Will Egypt Slide into Civil War? Algeria Offers Some Clues

Egyptian security forces detain supporters of ousted Islamist President Mohammed Morsi as they clear a sit-in camp set up near Cairo University on August 14 Photograph by Mohammed Asad/AP Images

Sarah Chayes, a senior associate at the Carnegie Endowment for International Peace, was in Egypt recently. In a meeting with the Muslim Brotherhood-affiliated director of a business association, she mentioned her visits to another North African state—Algeria, where some 200,000 died in a decade-long civil war between Islamists and the military-backed government, a war that ended in 2002. The businessman was transfixed, says Chayes, and pressed her for all that she knew about that bloody episode in Algerian history.

The Algerian civil war looms large in the background as the struggle in Egypt between the armed forces and the Muslim Brotherhood intensifies. On Wednesday, Aug. 14, Egyptian police and soldiers broke up the Brotherhood sit-ins in Cairo and elsewhere, killing more than 150 protesters. A state of emergency has been declared. No one knows what comes next.

The Algerian experience may provide some clues. In 1991, an Islamic party, the Front for Islamic Salvation (FIS), won the first round of an election the military government had reluctantly agreed to, after wide popular protests. There was no second round. The army suspended the electoral process, assumed direct rule, and an armed branch of the FIS launched a guerrilla war. Massacres and arbitrary detention ensared noncombatants, and the economy ground to a halt. The military government ultimately prevailed as the exhausted combatants reached a truce. “The country was unbelievably traumatized,” says Chayes. Even today, she adds, most Algerians over the age of 20 walk around “looking as if they had been poleaxed.” Algeria has had no Arab Spring: It seems too shell-shocked to try anything so risky.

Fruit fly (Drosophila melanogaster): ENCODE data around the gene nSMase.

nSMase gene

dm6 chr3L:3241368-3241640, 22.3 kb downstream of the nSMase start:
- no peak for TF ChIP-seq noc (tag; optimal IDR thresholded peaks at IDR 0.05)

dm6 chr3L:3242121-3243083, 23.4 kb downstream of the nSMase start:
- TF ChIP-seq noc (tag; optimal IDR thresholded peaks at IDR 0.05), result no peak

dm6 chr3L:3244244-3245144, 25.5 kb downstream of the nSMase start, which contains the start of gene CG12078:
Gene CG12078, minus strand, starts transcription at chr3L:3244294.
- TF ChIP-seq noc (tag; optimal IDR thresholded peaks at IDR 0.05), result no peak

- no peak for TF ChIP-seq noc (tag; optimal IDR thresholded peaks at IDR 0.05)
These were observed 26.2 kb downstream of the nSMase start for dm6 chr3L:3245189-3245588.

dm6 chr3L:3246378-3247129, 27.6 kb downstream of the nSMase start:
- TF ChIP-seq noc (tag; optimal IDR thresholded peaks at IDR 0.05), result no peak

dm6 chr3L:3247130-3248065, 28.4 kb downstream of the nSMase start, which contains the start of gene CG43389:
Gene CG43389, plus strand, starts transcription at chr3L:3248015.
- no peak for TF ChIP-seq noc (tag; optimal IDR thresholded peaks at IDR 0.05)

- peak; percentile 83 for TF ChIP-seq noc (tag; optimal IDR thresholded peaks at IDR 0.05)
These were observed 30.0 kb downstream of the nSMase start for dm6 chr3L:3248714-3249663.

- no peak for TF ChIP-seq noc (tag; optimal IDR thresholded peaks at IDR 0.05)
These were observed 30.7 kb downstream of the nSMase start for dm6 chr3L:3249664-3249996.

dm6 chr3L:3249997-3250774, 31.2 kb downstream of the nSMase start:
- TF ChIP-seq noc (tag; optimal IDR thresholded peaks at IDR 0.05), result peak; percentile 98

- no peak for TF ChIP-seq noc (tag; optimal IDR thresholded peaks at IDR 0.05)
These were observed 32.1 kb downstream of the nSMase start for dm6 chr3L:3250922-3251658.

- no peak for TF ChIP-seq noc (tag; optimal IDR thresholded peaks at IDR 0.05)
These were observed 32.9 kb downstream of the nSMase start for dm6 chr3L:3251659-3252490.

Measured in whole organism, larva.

A similar fate could await Egypt if the army overplays its hand. The Brotherhood renounced violence decades ago, but it could resort to armed resistance if it feels its existence is threatened. The Jihadi Salafists—super-strict Muslims who advocate jihad—are already armed. Egyptian rebels of all stripes could obtain training and weapons in Libya. It’s significant that provincial governors appointed by the Egyptian military have started to seal the border with Libya.

Chayes says a complicated dynamic between the Brotherhood and the military is being played out. Some within the Brotherhood may see an interest in playing the martyr, and some in the army may see an interest in radicalizing the Brotherhood and driving its members to armed resistance: Instead of battling its opponents in the political process, the army would be on more familiar ground battling an insurrection. The choice between the Islamist elements in Egypt and secular society would be starker than ever as a result.

Some important differences between Egypt and Algeria make it probable that Egypt will not experience the same kind of civil war that bloodied Algeria. In Algeria the people never had their election. In Egypt the people got their election and a year later a sizable part of the population rejected the outcome. The Egyptians have also not repudiated the army. Ordinary citizens revolted out of rage over the crony capitalism spawned by former President Hosni Mubarak and his son Gamal. In Algeria, resentment of the army went much deeper.

That doesn’t mean violence in Egypt will disappear. Chayes figures some sort of insurgency is likely. The army stopped an insurgency in the 1990s from turning into civil war. Egypt faces miserable choices: The hope is that it pursues a course that inflicts the least misery on its people.

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